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Lassen Creek Restoration Project (Modoc County, CA)

The Lassen Creek Project has been in the works for over two years. Implementation started in August of 2005 and is expected to be completed by October. This project is based on “pond-and-plug” restoration technique designed to return stream flow to a more natural elevation, meander, and bankfull capacity so that the stream regains its historic interaction with the floodplain.

This method is commonly applied to incised stream channels where adequate floodplain is available to relocate the “design” channel. On Lassen Creek, the channel had been altered by irrigation ditches and past management practices that had severe impacts to the morphology of the channel.

As one of the key tributaries for Goose Lake redband trout, Lassen Creek was a top priority for action by the Goose Lake RCD and CA DFG. A plan was developed by StreamWise in 2003 and implemented in 2005. The plan included relocation of the stream from the irrigation ditch and incised channel to a constructed design channel in the center of the meadow. Extensive revegetation was conducted to promote stability in the first season of flow. The gully and irrigation channels were filled to floodplain elevation by excavating a series of ponds along the gully.

The project is designed to:

•  restore groundwater hydrology to the meadow

•  improve fish habitat and passage

•  reduce water temperature by reducing stream width

•  enhance the riparian corridor vegetation

•  reduce lateral erosion and downstream sediment transport

Photo Gallery - click to open thumbnails

Upper section of Channel
Filling of the incised gully. (Sept. 2005)
 willow growth and floodplain recovery.
Filled portion of the former irrigation ditch. (Design channel in background)

Diversion structures below headwater springs.

Constructed design channel with sod mat transplants. (Sept. 2005)

2009 Update To be honest, Lassen Creek has been the site of our most difficult challenges in restoring natural form and function to meadow stream channels.  Most of the initial project construction performed well, but heavy winter flows dislodged fresh sod mats that lined much of the design channel.  Our assessment indicated that the sod had not rooted into the banks, Also, the channel substrate in these reaches was not coarse enough to resist erosion during major flood events.  The flood events that caused the damage occurred just two months after the channel construction.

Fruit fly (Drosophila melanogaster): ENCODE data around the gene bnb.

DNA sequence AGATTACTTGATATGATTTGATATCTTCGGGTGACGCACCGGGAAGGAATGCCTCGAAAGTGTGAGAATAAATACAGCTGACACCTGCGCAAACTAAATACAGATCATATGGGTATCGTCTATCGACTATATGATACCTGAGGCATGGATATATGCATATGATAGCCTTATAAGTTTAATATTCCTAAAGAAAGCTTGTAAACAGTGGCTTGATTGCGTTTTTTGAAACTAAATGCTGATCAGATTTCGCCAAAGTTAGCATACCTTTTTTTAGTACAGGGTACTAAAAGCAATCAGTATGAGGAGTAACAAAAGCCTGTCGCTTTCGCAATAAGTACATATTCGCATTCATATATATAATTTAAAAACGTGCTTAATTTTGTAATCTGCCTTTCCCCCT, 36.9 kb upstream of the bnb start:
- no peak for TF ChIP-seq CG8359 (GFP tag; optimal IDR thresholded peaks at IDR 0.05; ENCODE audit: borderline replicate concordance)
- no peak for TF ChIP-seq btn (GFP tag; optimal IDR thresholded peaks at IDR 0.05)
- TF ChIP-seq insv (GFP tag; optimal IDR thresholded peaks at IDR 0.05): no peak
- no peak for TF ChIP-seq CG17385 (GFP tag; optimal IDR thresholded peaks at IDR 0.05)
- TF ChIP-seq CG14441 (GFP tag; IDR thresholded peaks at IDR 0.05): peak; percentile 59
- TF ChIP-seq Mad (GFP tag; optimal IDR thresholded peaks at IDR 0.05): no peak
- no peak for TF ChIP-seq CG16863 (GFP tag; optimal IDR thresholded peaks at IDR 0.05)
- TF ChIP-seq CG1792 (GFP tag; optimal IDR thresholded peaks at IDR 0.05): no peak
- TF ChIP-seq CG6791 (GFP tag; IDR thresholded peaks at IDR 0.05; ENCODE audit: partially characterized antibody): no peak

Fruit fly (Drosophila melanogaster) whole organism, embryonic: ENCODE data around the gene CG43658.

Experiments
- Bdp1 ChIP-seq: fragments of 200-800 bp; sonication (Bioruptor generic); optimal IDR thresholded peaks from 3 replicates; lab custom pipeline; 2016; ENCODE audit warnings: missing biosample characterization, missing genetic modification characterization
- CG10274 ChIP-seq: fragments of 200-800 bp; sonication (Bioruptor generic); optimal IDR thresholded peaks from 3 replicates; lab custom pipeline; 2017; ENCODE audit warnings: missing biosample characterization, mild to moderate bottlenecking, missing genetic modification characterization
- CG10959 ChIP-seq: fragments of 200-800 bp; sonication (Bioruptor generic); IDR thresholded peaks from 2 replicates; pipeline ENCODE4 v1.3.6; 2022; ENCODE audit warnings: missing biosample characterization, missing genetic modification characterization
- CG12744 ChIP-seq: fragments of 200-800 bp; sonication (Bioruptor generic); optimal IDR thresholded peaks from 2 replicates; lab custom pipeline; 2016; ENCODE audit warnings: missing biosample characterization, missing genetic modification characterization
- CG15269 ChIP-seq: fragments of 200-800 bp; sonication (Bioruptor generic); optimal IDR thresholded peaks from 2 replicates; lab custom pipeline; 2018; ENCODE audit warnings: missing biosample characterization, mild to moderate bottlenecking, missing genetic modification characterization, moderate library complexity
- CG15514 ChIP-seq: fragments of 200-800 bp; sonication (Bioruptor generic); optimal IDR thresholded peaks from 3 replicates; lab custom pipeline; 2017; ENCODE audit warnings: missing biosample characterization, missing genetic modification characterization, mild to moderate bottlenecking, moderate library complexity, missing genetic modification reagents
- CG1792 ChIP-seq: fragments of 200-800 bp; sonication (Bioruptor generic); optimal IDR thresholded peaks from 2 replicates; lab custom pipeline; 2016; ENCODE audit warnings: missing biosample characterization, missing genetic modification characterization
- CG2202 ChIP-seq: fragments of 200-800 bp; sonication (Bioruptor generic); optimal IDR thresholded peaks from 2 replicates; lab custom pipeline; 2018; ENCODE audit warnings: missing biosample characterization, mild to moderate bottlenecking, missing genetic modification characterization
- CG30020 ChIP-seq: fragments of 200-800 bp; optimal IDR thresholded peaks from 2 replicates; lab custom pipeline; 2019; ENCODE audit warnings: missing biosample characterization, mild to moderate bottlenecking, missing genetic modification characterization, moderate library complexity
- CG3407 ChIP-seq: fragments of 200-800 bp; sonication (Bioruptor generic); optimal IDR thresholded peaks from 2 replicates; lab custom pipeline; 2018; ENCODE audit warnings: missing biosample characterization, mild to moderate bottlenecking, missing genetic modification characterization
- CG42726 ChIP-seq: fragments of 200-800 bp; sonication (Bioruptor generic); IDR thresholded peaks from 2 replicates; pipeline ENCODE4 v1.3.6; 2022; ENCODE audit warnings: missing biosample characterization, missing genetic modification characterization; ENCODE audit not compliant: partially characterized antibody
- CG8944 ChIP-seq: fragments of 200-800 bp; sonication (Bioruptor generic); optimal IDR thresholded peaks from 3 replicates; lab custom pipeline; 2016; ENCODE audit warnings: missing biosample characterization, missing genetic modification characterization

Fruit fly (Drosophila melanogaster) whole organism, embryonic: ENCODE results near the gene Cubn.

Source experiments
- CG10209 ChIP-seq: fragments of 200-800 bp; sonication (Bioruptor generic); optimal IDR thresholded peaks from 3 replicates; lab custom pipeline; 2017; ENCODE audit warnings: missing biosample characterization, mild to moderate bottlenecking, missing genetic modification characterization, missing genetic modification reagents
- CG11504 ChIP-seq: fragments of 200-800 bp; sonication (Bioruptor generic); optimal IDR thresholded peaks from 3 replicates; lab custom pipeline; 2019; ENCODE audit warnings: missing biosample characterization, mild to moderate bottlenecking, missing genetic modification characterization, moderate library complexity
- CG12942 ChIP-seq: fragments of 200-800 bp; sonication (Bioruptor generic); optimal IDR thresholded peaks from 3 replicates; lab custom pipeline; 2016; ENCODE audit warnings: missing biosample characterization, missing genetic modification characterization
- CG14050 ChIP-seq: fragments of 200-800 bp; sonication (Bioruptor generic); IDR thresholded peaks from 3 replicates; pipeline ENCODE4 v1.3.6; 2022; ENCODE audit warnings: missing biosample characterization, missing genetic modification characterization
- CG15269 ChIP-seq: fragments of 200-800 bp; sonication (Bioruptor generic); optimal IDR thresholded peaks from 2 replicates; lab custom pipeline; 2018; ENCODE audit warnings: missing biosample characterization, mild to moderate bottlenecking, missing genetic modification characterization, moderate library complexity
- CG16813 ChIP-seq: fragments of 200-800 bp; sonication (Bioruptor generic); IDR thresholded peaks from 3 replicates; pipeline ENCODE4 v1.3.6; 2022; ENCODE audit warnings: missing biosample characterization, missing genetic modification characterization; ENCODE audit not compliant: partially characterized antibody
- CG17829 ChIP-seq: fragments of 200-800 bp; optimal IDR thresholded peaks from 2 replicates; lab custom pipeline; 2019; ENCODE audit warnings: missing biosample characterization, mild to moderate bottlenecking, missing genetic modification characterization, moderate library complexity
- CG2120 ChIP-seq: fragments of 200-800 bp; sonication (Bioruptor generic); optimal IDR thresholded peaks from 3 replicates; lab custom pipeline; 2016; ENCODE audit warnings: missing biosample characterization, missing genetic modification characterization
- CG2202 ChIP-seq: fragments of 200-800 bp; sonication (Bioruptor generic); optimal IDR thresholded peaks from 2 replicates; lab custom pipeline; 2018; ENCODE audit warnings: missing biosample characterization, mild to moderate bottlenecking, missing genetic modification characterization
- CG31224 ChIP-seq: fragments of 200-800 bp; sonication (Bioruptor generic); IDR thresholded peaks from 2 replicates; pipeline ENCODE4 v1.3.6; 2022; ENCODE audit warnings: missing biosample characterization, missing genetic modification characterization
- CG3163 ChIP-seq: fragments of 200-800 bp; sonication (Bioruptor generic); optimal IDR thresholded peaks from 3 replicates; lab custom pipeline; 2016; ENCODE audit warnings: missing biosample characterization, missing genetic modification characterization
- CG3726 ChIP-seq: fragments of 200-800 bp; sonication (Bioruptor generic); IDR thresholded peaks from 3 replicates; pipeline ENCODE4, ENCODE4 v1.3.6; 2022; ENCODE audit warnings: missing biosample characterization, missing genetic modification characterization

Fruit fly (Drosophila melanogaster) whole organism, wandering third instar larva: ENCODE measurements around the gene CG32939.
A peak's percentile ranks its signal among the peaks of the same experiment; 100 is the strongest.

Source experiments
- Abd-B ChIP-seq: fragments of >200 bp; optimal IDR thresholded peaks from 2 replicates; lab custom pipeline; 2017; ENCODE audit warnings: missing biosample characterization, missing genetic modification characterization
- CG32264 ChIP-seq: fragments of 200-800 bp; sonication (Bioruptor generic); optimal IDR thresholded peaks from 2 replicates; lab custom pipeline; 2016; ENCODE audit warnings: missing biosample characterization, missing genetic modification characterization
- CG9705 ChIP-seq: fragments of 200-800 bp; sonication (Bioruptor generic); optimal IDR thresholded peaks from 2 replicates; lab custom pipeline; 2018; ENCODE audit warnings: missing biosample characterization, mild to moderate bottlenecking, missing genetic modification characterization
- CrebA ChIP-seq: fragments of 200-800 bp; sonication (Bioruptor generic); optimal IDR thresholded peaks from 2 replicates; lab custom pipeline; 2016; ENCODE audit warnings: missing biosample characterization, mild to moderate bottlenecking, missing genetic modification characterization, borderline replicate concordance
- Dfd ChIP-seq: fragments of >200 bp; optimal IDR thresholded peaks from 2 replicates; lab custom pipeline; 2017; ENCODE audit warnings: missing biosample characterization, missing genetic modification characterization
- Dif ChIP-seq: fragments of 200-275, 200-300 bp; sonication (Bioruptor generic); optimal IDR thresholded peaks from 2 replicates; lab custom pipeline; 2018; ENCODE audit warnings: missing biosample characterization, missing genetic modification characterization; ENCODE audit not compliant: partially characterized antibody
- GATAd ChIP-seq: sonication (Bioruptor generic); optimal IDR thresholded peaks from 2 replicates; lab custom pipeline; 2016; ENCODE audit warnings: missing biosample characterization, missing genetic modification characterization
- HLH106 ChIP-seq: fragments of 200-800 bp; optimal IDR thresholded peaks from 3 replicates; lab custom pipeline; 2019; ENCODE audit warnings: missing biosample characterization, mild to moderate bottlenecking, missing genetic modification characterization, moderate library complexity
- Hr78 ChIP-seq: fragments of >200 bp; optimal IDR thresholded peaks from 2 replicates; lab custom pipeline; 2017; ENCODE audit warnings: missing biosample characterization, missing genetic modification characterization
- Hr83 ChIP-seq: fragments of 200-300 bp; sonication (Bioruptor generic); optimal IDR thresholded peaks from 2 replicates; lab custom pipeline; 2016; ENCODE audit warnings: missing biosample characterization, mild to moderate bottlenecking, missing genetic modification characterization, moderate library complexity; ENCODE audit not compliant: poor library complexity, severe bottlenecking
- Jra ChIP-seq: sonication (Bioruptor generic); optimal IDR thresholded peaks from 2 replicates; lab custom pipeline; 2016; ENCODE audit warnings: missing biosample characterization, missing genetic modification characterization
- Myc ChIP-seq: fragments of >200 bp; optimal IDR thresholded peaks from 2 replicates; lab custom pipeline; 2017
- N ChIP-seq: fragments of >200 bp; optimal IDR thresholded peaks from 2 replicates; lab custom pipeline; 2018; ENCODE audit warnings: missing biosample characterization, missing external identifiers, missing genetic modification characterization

StreamWise proposed and implemented a repair technique along 2000’ of channel based on the observations of stable channel conditions in the remaining one mile of project length.  We noted that in every reach containing coarse bedload material, there was no measurable vertical incision.  In every reach where juniper revetment was used to protect fill material from lateral erosion, we found stable banks and recovering vegetation.  In the newly constructed design channel segments, where no revetment was used (only sod placement), and no gravel was added to protect the bed stability, we found evidence of lateral and vertical erosion following peak runoff events.
The repair work utilized locally available materials to mimic the stable channel conditions and restore the floodplain and channel connection in these sections.  Junipers were extracted, with root wad intact, and placed parallel to the flow line along each bank of the damaged channel.  Then gravel from a nearby lens of alluvial deposits was used to fill the void between the juniper trees lining the stream.  The end result was a reduction in cross-sectional area, coarsening of the streambed to match natural conditions, and underlying revetment to resist potential lateral or vertical erosion.

Design channel with peak runoff damage. Spring 2006

Packing gravel between juniper revetment. Summer 2006

Same section as above at bankfull flow. Spring 2008

The repair work has held up well after two seasons with periodic overbank flow.  The entire project now has access to the floodplain at bankfull flow levels.  The borrow ponds remain partially filled in summer due to the increase in groundwater surface elevation.  Riparian recovery is underway and the pond edges are beginning to naturalize with native vegetation.
The lower meadow, pictured below, continues to recover following the pond and plug restoration project.  Some gravel was added to short segments of riffles, but no major repair work was required in this ½ mile reach.

Spring 2008.  Design channel in lower reach (below road).

Lassen Creek provides invaluable lessons regarding application of pond and plug techniques for restoration of mountain meadow ecosystems.  StreamWise continues to monitor the effectiveness of the original project construction and the repair work required to insure long-term stability and recovery of the project site.

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